Carbon emissions from the world’s top 50 emitters have increased since 2009- CDP Report 2013

Submitted by: Kathryn Kasavel, Thursday, September 26, 2013

The world’s largest 50 carbon emitters have recorded increases in their carbon emissions since 2009 and there is a greater need for these companies to do more to reduce their emissions. This is one of the main findings of the recently released Global 500 Climate Change Report 2013 compiled by the Carbon Disclosure Project (CDP).  The Global 500 Climate Change Report for 2013 collates information received from 403 companies around the world and is targeted at companies, investors and policy makers in order to help them understand the various climate change related risks and opportunities that face business. This article highlights the main findings from the 2013 report.

Scope 1 and 2 emissions from the top 50 emitters have increased

According to the report, although the scope 1 and 2 emissions of the Global 500 have seen an overall decrease in emissions by 15% since 2009, the top 50 emitters, who emit 73% of total emissions, have seen an increase in their scope 1 and 2 emissions  by 1.65% for the same period. The report states that the world’s largest emitters need to do more to prevent climate change as they have the largest impact on global carbon emissions and thus the most opportunity to make large scale change. The scope 1 and 2 emissions from five of the largest emitter companies per sector have increased by an average of 2.3% since 2009. The sectors of Energy, Utilities and Materials alone, produce 87% of scope 1 and 2 emissions but represent less than a quarter of the Global 500.

Scope 3 emission reporting is incomplete

Scope 1 and 2 emissions have a 97% disclosure rate amongst most companies however the same cannot be said for scope 3 emissions which although easily identifiable, are not quantified adequately by the Global 500 companies. The report states that most companies have failed to report on the carbon–intensive activities in their value chains and have rather focused on other areas where they have the opportunity to make small reductions. The emissions from ‘sold products’ for example accounts for 76% of scope 3 emissions but is only reported by 25% of companies. Another example is evident in the financial sector where a high percentage of companies have reported on their scope 3 business travel emissions, but have overlooked the reporting of their scope 3 emissions from investment activity, which makes up a more significant percentage of their actual scope 3 emissions.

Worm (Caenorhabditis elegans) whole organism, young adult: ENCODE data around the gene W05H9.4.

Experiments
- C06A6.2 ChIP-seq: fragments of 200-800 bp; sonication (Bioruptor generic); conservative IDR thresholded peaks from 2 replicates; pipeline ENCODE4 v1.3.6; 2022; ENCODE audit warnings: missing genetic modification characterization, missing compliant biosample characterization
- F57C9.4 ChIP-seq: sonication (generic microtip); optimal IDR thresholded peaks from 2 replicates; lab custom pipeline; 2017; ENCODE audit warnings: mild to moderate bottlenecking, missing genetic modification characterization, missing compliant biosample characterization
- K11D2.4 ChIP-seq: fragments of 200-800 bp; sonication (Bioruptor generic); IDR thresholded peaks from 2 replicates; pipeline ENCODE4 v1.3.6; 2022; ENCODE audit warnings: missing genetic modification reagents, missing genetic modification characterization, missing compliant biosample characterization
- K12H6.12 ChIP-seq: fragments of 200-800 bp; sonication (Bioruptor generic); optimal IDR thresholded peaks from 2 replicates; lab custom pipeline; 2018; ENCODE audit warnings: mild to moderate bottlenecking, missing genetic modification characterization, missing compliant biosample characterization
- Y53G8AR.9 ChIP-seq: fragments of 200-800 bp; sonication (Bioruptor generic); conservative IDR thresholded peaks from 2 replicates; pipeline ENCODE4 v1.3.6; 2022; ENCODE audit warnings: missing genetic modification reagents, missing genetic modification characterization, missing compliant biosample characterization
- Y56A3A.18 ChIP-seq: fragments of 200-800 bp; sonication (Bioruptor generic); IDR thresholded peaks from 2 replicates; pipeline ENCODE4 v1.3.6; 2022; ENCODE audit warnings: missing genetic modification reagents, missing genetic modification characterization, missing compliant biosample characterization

Financial incentives drive emission reductions

Providing employees with monetary rewards to reduce energy use or emissions is more likely to result in actual emission reductions, according to the Global 500 Climate Change Report for 2013. The CDP reports that 85% of companies that are providing financial incentives to their executive team or employees have reported emission reductions. Emission reduction is reported by fewer companies (67%) that don't provide this type of motivation. Therefore the report states that linking incentives to an environmentally responsible business strategy is the way forward to manage climate change.

Global 500 Climate Change Report 2013

Worldwide there were over 5000 companies that were asked by the CDP to report on climate change in 2013. 81% of the 500 largest companies, the Global 500, engaged with the CDP to report on their carbon footprints and climate change management experiences. The CDP developed a Climate Disclosure Leadership Index (CDLI) which lists the top 10% of Global 500 companies with the highest disclosure rates. The minimum disclosure score to be considered on this list has increased from 90% in 2011 to 97% in 2013 and the number of performance leader companies has increased since 2012. The report states that this increase in carbon disclosure reflects a serious attitude to address climate change by the Global 500.

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Kathryn Kasavel